I confess that this Olympic welcoming of the world thing is turning out to be much more comprehensive an operation that I expected. It is not just all the temporary pavilions popping up on every parking lot. That did not surprise me. It's the smaller changes. Stuff disappears - like garbage bins (remember the Atlanta '96 bombing?) - and stuff appears - like clear plastic garbage bags. Pizza sized round country flags are appearing on sidewalks, and signs directing people to venues make their way to lamp posts. In the eternal construction site that is Vancouver, changes to the city might no longer surprise. But it can sometimes confuse. Witness the guy whose job is to put up some of those new signs on Vancouver streets. Welcome Guy
Science World may be closed until March the eighth - but the show must go on for its annual Iron Science Teacher competition. If you, like me, did not know there have been previous contests to choose the most informative and entertaining science teaching team in B.C., then have no fear! Because - our top camera crews here at CBC managed to track down this year's event, not through deductive reasoning or wild guesswork. No folks, we simply followed the instructions on the press release which directed us to the MacMillan Space Centre - also known as the planetarium. Iron Science Teacher
I have never admitted this to anyone in the past decade or so, but I may as well come clean for the sake of a blog intro. Back in the 1970s, when I was just a wee jasper, I really liked slam dancing. When the Damned were playing over the speakers, there was nothing quite like bashing into some other fellas on the dance floor who also did not know any real moves. It satisfied some inner need to avoid the humiliation that I believed would ensue when a woman turned down my invitation to dance. Ahh, youth. Such fond memories!
If only the Streb Extreme Action Company existed back then. I could have bashed my body for art, and maybe been a better man for it. 30 years on, this still looks like fun.
I know it was only an exhibition game, played on a Monday afternoon in a rink that did not have many seats. But some might find it surprising how few people came out to see Canada's gold medal men's sledge hockey team take on Korea's national team. Those who did show up watched one heck of a match - and one can see why Canada is the class of the world at this remarkably fast and skillful game. By the way, the Canadians swept all three games against Korea.
What Canadian has not made at least one snowman during their lifetime? Even if you live in Vancouver, the winter generally provides ample opportunities to play with snow and ice. Not so much this year, but as the Olympic folk keep reminding us, the snow is not over yet. But one group of folk have been working in sub-zero temperatures for more than a month - right here in the lower mainland - creating a unique Olympic display. It about coloured ice for a giant painting at Richmond City Hall. I did not understand it either, so I headed down to see what was going on. Ice Art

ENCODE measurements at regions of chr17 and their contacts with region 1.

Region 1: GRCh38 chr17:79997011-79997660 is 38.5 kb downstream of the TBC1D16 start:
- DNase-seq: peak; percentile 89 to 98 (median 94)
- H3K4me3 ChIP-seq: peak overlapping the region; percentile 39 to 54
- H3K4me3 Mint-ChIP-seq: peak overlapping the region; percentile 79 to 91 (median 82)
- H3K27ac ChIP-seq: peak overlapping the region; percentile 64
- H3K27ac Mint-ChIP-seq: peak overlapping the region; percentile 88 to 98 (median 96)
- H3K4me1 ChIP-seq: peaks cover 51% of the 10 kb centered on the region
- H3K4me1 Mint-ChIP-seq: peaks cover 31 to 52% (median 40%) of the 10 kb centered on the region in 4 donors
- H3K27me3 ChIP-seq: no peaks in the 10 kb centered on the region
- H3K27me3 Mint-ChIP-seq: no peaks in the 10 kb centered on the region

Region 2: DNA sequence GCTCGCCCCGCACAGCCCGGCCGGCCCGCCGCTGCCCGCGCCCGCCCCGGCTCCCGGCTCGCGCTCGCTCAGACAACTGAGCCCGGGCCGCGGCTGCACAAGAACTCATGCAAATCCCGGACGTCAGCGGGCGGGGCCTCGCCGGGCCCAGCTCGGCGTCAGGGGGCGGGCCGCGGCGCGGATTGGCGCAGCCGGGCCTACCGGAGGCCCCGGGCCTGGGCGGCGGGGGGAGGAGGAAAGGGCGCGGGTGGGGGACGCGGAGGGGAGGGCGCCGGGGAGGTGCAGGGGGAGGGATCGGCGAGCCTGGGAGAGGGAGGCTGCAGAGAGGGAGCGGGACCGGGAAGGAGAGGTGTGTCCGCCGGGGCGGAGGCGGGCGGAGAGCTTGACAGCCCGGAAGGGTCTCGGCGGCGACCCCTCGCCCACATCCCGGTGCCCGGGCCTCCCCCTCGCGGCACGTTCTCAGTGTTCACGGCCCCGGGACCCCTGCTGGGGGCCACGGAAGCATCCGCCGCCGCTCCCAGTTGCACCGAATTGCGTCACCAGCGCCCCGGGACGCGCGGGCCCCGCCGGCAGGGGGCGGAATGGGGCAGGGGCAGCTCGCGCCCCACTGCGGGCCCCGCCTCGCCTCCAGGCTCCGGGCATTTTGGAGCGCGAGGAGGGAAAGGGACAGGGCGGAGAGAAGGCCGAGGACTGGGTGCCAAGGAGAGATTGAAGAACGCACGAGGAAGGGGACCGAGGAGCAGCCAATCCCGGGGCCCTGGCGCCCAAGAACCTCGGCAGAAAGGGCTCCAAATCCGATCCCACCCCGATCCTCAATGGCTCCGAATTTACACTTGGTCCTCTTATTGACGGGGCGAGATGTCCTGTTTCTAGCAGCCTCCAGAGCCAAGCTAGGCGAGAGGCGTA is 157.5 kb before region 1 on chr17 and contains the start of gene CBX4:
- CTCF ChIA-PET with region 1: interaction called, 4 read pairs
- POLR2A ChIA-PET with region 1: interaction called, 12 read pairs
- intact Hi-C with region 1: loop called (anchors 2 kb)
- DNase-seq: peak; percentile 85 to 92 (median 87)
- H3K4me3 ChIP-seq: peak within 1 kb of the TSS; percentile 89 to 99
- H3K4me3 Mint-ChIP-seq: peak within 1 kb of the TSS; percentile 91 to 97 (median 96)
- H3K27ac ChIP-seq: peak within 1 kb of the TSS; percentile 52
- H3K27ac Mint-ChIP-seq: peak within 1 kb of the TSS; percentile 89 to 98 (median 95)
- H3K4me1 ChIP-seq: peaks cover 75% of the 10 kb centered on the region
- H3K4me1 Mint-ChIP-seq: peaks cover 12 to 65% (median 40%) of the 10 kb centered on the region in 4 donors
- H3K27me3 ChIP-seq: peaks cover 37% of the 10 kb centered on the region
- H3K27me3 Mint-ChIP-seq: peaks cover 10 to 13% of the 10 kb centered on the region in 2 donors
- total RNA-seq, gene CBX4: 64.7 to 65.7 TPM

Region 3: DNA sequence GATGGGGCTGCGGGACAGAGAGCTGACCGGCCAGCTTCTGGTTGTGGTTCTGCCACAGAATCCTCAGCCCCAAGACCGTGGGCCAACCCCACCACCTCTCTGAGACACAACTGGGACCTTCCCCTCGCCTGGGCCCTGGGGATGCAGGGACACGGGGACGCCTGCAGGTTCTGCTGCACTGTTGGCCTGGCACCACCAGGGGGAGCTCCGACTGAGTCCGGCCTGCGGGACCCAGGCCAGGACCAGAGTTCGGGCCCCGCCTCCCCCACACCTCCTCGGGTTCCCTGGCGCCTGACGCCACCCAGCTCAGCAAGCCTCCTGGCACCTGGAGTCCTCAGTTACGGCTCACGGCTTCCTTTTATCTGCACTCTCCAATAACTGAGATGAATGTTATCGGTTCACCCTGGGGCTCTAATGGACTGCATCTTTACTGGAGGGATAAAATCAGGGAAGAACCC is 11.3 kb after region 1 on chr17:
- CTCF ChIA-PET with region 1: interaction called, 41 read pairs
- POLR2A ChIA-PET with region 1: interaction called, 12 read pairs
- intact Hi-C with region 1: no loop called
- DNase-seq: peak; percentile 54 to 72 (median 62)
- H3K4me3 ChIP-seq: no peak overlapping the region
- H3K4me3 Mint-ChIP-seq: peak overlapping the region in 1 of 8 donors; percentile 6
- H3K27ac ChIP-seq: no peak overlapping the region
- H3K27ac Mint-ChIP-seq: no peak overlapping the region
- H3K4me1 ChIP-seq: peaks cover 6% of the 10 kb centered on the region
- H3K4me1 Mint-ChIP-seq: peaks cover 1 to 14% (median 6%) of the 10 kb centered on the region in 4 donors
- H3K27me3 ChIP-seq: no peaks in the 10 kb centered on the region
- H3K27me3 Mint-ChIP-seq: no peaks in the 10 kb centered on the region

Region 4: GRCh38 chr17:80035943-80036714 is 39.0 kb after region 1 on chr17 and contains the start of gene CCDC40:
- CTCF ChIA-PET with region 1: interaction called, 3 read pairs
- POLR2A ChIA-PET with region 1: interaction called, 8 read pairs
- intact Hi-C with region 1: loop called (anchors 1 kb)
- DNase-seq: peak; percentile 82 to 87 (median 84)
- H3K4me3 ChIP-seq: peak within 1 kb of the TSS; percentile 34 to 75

No doubt you have heard all the warnings about the traffic schmozzle Vancouver expects during the Olympics. Road closures, tons of tourists, oh it can make a commuter's blood boil just thinking about it. The solution? Well, there is none. But the city of Vancouver is spending 100-thousand bucks on metal bike parking racks and offering a free valet service to cyclists during the games. Think of the luxury, folks, when you drop that two wheelers off, dust off the tuxedo and head off to the Gold Medal game. Olympic Bike Service
We've all heard about how a dog year is equal to seven human years. They just age faster than us, they die sooner than us. People who love dogs keep replacing them one after the other, sometimes giving the new one the same name as the old one. But what happens when an old dog just keeps getting older? Well, that's the focus of this story. And I should mention - that I wrote the story on a Wednesday and it ran on TV on a Thursday. Why is that important? Because - in the strange coincidence department (see next story) - Otto the World's Oldest Dog - died on the same day we showed this story on TV. (We only learned of it on the Friday) Oldest Dog?
I'm not going to give away the punchline on this one. But let's just say it's in the same vein as the story about a fellow who leaves his town, travels half way around the world, moves into a house and discovers his next door neighbour used to be his next door neighbour in the first town. I'm talking about coincidences, friends. Strange little symmetries that make us scratch our heads and say "hmmm, that's odd". Or "My, what a remarkable coincidence." Usually it means nothing - and that's certainly the case here. But still, I find coincidences fascinating all the same. Don't you? Odd and Fascinating
Vancouver's Tourist Board has issued a 10 point list suggesting how people can become good hosts to the tens of thousands of tourists who will arrive for the Olympics next month. It's a good idea, since many of those tourists will have no idea where anything is, so helping them out is a very friendly thing to do. That is providing we know more about the Olympics than they do. I went to find out just how Olympic informed our citizens are. The results - well what do you think? Venue Confusion?
I wonder how many of us had New Year's resolutions that included pressure washing the mould and muck off the back fence. That's some big job. But not nearly as big as the one a fellow I ran into had. Cleaning the entire side of a building of decades worth of grime, all because of one night's worth of grafitti. But this was no garden variety tagging. It was Olympic sized. Graffiti Be Gone